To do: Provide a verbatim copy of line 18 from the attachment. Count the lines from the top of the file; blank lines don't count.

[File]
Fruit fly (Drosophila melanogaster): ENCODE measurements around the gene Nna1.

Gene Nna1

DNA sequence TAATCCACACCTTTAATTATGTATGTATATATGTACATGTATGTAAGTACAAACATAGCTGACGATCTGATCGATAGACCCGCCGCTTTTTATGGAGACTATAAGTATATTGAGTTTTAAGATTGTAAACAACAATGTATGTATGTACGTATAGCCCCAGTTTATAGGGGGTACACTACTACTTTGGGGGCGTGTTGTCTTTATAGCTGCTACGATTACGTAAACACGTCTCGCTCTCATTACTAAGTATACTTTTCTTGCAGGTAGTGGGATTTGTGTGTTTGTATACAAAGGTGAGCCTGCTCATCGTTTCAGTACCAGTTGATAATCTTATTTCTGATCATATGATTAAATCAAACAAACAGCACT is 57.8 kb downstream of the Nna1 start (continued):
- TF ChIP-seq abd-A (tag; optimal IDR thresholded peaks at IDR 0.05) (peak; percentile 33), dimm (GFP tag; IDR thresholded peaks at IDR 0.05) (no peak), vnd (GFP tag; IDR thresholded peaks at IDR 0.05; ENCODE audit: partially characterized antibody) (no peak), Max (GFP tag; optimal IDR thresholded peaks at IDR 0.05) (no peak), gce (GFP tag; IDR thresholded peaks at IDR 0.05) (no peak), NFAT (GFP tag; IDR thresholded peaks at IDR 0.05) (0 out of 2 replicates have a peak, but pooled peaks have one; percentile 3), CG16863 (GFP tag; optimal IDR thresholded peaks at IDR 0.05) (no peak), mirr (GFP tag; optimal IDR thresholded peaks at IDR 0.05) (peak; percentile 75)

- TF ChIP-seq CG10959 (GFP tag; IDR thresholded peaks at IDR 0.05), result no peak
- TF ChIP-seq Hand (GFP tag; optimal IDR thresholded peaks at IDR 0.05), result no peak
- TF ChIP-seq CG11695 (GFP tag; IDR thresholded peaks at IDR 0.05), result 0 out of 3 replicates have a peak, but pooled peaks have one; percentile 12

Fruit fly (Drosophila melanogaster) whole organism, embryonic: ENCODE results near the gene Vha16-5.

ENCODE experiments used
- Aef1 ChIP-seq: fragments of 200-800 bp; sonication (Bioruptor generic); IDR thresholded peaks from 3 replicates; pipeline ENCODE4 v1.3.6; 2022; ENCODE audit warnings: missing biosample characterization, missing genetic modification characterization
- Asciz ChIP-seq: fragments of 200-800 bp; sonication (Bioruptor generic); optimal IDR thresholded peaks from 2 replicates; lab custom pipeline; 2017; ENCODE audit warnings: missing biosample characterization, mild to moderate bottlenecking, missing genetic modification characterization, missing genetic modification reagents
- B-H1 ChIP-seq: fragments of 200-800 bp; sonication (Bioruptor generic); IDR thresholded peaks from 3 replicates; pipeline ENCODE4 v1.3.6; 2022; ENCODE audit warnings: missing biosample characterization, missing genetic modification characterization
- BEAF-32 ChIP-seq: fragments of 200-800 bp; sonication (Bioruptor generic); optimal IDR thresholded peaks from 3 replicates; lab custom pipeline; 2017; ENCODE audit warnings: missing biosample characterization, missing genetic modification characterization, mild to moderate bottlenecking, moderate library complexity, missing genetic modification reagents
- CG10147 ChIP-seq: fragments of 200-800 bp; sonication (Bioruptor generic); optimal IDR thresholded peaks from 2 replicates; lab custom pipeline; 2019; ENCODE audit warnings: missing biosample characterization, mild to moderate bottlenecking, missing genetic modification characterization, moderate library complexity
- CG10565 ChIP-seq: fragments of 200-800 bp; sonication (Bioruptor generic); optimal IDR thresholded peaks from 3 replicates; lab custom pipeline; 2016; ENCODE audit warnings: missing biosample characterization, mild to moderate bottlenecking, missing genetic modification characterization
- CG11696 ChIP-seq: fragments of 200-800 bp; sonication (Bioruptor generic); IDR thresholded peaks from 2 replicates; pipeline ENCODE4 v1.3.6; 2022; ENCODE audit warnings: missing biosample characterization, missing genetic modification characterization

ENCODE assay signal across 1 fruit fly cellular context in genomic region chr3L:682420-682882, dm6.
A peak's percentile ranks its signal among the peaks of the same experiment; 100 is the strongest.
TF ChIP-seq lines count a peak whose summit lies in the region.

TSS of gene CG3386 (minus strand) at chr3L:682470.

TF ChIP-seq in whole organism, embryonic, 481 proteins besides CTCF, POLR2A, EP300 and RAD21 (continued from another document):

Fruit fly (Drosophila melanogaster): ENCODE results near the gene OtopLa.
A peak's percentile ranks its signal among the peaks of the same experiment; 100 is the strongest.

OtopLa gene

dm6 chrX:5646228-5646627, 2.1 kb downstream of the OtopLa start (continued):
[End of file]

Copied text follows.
A peak's percentile ranks its signal among the peaks of the same experiment; 100 is the strongest.